Thomas S. Mullaney, Benjamin Peters, Mar Hicks, and Kavita Phillips, eds.
Your Computer Is On Fire
MIT Press, 2021
Reviewed by Kimberlyn R. Harrison
Thomas S. Mullaney, Benjamin Peters, Mar Hicks, and Kavita Philip’s incisive edited collection is no ordinary critique; it is an urgent warning against the dangers of technophilia. Mullaney’s introduction wards readers away from academic equivocation and declares that social scientific and humanities research on the historical, social, and cultural implications of technology is not only valuable but vital. As a result, the essays in the collection are a series of theses. Titles such as “The Cloud is a Factory” and “Your AI is Human” are clear, declarative arguments about the nature of contemporary media. This collection provides example upon example of the inextricable relationship between technology and power, rhetorically amplifying its central argument. The structure of the book, in its decision to have dual introductions and conclusions rather than a co-authored introduction and conclusion, emphases both the scope of the problems they address and the tendency of these problems to move outside anticipated boundaries. Indeed, the editors use ‘fire’ as a roadmap for the collection, drawing on three different aspects of fire as organizational markers: fire as heat, fire as destructive, and fire as propagation. The first section thus explores the materiality of our technological systems, the second emphasizes the stakes of inequality, marginalization, and discrimination built into these systems, and the third section considers the effects of such conditions and considers possibilities for intervention. While the collection is potentially valuable to scholars across these fields, this collection proves particularly valuable for rhetoricians as it articulates the inextricable relationship between technology, discourse, and power.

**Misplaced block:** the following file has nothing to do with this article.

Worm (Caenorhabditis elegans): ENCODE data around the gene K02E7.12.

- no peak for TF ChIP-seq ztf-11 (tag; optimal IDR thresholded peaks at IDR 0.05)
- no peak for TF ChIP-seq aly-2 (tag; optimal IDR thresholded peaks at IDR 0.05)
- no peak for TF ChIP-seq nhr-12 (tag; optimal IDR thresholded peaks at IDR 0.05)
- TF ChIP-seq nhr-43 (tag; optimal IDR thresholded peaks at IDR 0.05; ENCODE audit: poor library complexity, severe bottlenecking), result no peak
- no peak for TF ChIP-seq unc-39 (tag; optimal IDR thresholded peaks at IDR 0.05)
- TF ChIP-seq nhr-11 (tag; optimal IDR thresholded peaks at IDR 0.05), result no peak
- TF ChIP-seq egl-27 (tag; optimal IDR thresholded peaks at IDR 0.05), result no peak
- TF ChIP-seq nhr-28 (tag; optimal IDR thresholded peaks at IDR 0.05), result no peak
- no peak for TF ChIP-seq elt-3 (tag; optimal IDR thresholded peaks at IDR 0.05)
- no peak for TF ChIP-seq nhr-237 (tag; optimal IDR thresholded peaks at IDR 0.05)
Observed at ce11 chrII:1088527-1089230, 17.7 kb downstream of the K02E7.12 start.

The first section of the collection, “Nothing Is Virtual,” dispels the myth that the virtual world is distinct from the material world. The essays emphasize the various ways digital technologies rely on and contribute to physical labor and infrastructure. For example, Nathan Ensmenger demonstrates that despite Amazon’s ‘cloud’ metaphor for their data storage and management service, the company is “fundamentally in the business of managing the movement and storage of ‘stuff’.” As with all infrastructure, Ensmenger notes that for large-scale data storage, “somewhere someone has to build, operate, and maintain its component systems. This requires resources, energy, and labor.” In other words, not only does the cloud require immense amounts of power—enough that if the cloud were a country, it would be the world’s sixth largest consumer of electricity—the computer screens, microchips, motherboards, and other hardware features are made from metals that require processes of purification and refinement. This dangerous labor is performed by real people. Just as digital infrastructure is formed by material labor, artificial intelligence is a culmination of human judgments, decisions, and biases. Sarah Roberts exposes how content moderation, a process of flagging user generated content for possible violations of the platform’s terms and conditions, is hardly automated; “In fact, it has been largely down to humans to undertake this critical role of brand protection and legal compliance on the part of social media firms, often as contractors or other kinds of third-party employees.” Even when such processes are implemented algorithmically, they rely on the parameters of human judgments to decide what kinds of content the algorithm should be trained to flag. These essays evince a reflexive relationship between humans, machines, and our collective environments.